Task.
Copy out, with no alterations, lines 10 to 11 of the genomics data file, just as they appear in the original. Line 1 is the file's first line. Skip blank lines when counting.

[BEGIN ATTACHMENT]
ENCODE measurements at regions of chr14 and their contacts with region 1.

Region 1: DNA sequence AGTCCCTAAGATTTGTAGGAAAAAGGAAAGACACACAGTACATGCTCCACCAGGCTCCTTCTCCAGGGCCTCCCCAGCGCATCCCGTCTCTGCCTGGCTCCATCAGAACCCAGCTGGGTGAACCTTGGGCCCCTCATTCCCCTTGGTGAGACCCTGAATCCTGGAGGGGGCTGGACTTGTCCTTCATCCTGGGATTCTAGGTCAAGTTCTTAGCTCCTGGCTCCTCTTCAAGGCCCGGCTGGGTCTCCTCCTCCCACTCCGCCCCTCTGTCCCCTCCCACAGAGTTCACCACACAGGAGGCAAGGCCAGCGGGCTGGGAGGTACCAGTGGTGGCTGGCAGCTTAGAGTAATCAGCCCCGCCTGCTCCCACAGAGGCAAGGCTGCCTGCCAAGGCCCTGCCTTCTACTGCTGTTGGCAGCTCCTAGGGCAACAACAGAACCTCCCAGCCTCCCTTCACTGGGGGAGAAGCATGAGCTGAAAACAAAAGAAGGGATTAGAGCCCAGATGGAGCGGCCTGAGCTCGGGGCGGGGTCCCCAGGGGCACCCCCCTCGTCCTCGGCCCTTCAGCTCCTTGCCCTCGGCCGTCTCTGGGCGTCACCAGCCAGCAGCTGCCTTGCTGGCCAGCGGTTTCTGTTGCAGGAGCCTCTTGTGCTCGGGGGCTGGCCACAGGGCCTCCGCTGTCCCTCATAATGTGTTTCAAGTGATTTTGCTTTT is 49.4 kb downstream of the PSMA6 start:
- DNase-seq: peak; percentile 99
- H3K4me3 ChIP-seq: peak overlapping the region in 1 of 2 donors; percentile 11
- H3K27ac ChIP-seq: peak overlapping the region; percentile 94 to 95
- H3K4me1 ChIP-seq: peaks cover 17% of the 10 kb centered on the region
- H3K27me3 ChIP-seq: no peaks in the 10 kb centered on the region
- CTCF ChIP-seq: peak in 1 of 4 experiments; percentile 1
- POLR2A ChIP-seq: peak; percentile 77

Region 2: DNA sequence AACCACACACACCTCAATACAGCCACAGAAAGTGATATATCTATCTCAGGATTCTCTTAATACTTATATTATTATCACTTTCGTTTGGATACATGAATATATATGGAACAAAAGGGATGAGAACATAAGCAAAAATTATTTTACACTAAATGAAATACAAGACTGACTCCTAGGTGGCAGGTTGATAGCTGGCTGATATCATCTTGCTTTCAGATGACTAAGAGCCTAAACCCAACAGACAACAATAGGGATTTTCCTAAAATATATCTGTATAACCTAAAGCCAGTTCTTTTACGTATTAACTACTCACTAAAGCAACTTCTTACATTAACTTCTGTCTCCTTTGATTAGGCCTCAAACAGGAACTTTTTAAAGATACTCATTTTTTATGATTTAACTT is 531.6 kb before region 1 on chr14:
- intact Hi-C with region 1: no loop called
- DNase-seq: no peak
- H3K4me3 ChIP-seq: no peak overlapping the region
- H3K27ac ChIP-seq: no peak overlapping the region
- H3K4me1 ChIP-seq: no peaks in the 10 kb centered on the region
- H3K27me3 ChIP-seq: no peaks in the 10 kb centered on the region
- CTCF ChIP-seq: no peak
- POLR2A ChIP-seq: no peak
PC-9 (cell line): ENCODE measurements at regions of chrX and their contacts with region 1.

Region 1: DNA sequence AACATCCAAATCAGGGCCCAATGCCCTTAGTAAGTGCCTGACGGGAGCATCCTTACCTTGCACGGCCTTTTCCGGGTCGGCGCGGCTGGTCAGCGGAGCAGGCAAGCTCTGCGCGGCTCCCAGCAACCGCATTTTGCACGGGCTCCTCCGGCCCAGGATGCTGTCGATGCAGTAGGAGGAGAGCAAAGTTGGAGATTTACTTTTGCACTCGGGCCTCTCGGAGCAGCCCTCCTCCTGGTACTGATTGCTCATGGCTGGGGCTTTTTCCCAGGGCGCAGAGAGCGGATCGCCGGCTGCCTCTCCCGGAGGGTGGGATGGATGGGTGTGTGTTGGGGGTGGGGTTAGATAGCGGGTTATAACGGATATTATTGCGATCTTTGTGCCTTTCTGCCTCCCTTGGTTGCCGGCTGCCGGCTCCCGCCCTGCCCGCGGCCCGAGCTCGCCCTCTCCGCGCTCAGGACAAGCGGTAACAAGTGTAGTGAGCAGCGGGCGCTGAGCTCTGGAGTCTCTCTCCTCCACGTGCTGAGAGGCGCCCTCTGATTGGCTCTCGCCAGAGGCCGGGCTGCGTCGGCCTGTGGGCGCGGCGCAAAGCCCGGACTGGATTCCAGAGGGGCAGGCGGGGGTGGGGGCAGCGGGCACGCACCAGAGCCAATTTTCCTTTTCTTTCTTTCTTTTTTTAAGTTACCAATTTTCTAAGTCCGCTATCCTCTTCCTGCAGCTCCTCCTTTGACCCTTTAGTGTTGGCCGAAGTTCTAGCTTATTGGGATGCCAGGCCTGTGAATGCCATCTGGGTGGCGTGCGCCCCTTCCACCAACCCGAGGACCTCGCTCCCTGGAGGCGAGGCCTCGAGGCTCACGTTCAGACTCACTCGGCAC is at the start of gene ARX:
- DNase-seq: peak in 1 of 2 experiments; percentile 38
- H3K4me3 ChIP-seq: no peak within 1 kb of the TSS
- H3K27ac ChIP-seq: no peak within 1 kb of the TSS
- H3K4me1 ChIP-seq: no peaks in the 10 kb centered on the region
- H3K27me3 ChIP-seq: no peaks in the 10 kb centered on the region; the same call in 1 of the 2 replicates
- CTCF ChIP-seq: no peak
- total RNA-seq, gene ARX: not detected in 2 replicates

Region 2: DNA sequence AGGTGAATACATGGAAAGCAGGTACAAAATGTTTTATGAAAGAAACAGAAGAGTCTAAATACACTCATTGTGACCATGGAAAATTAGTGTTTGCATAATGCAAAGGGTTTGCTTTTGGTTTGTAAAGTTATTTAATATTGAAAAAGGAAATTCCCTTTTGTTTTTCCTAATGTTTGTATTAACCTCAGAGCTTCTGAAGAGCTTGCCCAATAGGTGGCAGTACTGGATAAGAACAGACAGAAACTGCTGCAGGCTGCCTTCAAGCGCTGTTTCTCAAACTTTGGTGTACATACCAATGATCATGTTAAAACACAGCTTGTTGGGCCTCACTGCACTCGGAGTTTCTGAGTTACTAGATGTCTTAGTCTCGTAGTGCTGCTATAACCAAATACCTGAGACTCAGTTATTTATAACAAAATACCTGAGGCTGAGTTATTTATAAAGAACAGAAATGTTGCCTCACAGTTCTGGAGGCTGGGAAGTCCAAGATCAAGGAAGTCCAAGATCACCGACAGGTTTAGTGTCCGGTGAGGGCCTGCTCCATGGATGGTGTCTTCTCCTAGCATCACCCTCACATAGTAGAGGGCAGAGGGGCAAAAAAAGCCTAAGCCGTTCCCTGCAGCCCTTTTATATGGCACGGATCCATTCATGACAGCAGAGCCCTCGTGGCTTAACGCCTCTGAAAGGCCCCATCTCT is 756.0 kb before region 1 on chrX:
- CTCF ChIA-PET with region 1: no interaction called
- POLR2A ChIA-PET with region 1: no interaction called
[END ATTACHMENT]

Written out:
Region 2: DNA sequence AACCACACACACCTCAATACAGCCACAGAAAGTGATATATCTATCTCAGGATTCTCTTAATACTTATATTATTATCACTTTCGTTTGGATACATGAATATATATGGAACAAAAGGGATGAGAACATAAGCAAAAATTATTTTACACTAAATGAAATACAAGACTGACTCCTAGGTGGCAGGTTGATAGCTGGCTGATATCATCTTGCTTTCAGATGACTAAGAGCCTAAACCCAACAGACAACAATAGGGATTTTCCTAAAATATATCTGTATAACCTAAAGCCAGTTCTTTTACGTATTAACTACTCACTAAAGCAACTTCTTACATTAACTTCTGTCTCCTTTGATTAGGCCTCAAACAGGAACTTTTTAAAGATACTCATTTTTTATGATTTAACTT is 531.6 kb before region 1 on chr14:
- intact Hi-C with region 1: no loop called